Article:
▣ "great and marvelous" This phrase occurs only here and points toward the OT allusion in v. 3, which may come from one of several places (i.e., Deut. 32:3-4; Ps. 111:2; 139:14; or Hos. 14:9).

Verses 3-4 make up one long composite OT allusion from several possible places.

▣ "the wrath of God" See full note at 7:14.

▣ "is finished" This is an aorist passive indicative of teleō to finish or fulfill. The bowls are a complete and final judgment on incalcitrant unbelief! There is no more hope of repentance and faith, only judgment and isolation!

It is theologically possible that the sequence of the seals, trumpets, and bowls was a way of showing God's hope of human repentance, but in the end, His total judgment, removal, and isolation of evil is justified! Hell is the only option left.

15:2 "I saw something like a sea of glass" This is first mentioned in Rev. 4:6. Because of its use in Rev. 21:1, it seems to be a metaphor for God's holiness, which kept sinful mankind from approaching Him (i.e., possibly a metaphor for the waters of heaven). One day this barrier will be removed. The OT allusion is to either Exod. 24:10 or Ezek. 1:22; 10:1. See full note at 4:6.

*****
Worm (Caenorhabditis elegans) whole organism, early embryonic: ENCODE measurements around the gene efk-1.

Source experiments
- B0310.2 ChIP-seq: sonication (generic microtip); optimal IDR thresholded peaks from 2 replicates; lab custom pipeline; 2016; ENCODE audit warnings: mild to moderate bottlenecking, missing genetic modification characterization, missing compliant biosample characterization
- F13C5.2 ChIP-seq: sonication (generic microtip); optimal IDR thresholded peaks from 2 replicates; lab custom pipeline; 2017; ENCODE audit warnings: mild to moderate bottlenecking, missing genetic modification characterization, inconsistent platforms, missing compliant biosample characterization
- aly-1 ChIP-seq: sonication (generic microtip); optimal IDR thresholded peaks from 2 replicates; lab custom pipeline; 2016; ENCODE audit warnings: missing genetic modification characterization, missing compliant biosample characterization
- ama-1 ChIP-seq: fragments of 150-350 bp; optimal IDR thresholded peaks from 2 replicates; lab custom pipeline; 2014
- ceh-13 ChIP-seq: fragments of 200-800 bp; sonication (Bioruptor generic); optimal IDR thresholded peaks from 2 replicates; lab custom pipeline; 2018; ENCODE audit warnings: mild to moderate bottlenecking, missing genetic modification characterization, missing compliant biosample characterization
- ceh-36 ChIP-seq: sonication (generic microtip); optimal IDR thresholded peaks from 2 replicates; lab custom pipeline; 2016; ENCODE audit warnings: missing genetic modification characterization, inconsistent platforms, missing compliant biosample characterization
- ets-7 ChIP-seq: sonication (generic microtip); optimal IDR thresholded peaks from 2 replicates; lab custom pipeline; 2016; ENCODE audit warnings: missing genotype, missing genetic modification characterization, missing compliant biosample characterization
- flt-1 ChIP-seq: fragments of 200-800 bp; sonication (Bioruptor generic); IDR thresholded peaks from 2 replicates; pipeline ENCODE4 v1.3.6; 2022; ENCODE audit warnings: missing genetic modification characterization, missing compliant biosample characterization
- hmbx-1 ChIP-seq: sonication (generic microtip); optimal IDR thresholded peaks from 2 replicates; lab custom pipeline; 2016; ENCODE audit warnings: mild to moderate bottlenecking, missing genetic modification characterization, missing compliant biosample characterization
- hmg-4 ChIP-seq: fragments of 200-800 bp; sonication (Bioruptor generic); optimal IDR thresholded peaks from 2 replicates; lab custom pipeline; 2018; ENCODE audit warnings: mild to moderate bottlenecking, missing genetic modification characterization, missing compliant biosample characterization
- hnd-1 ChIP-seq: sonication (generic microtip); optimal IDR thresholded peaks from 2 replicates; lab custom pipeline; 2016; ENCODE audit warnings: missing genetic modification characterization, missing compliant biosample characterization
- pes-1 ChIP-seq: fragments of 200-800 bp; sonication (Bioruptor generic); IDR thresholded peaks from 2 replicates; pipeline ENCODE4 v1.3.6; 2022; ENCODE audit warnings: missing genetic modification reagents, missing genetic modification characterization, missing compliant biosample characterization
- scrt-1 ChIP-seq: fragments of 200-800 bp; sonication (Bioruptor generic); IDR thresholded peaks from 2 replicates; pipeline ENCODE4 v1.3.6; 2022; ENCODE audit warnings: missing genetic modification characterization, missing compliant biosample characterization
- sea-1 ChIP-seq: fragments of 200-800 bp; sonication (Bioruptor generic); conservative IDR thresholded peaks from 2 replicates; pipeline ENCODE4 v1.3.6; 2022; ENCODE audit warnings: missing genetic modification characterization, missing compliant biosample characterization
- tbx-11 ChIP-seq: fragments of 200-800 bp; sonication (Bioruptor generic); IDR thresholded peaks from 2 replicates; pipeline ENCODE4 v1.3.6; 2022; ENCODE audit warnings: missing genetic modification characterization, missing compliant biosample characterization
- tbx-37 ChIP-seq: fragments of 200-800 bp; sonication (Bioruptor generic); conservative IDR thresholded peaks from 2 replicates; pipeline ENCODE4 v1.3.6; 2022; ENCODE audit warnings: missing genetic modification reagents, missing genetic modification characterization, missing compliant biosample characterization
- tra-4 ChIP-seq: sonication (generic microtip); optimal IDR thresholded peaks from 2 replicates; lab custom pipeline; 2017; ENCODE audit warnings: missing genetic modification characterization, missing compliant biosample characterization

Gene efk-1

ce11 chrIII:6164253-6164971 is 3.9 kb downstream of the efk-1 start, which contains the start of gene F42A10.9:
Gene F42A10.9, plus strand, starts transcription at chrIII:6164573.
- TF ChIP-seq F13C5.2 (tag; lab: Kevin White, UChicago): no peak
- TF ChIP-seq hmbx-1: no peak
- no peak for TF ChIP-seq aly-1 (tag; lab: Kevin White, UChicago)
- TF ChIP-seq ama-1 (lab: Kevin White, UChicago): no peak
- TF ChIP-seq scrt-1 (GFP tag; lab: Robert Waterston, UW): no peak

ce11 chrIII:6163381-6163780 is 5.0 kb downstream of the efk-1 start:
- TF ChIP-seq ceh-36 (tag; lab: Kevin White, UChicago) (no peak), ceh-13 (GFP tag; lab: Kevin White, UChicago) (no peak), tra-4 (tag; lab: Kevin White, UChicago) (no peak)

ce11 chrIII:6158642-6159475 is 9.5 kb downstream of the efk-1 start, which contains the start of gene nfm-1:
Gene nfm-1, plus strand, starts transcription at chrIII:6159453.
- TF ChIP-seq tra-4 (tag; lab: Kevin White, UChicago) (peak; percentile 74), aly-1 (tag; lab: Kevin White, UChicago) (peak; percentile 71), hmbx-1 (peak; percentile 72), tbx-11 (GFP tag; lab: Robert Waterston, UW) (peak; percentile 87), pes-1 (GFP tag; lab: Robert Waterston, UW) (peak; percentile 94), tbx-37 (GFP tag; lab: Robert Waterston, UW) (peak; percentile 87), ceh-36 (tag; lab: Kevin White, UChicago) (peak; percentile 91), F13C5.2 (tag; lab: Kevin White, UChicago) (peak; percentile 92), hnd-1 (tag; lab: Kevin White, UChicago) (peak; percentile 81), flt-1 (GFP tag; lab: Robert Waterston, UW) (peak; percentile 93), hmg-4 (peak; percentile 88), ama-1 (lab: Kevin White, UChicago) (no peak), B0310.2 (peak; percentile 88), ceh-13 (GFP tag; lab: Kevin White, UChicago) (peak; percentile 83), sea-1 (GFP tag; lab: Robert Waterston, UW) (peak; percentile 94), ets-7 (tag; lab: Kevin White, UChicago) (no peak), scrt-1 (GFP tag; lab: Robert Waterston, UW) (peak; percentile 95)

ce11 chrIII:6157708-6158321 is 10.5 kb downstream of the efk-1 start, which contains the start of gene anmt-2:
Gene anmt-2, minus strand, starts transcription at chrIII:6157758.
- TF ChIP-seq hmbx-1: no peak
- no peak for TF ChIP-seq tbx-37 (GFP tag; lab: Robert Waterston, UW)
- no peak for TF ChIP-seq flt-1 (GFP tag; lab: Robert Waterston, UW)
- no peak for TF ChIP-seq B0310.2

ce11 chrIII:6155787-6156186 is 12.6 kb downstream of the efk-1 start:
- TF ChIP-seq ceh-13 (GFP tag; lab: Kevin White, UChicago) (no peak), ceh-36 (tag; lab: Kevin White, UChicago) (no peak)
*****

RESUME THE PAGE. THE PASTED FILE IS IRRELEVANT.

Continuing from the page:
▣ "mixed with fire" This is a new element not found in 4:6. There have been numerous theories.

1. it is the reflected setting sun on human history

2. it represents fire which stands for God's judgment

3. it is the blood of the martyrs

4. it is connected to the victory at the Red Sea and the Song of Moses since the OT background of chapters 15 and 16 is the plagues of the Exodus (cf. Exod. 7-12; 15)

NASB"those who had been victorious"
NKJV"those who have the victory"
NRSV"those who had conquered"
TEV"those who had won the victory"
NJB"those who had fought against"

At first this seems to refer to the martyrs, but 12:11 shows that it must apply to those who have experienced natural deaths but who have not worshiped the beast (cf. 20:4).

NASB"from the beast and from his image and from the number of his name"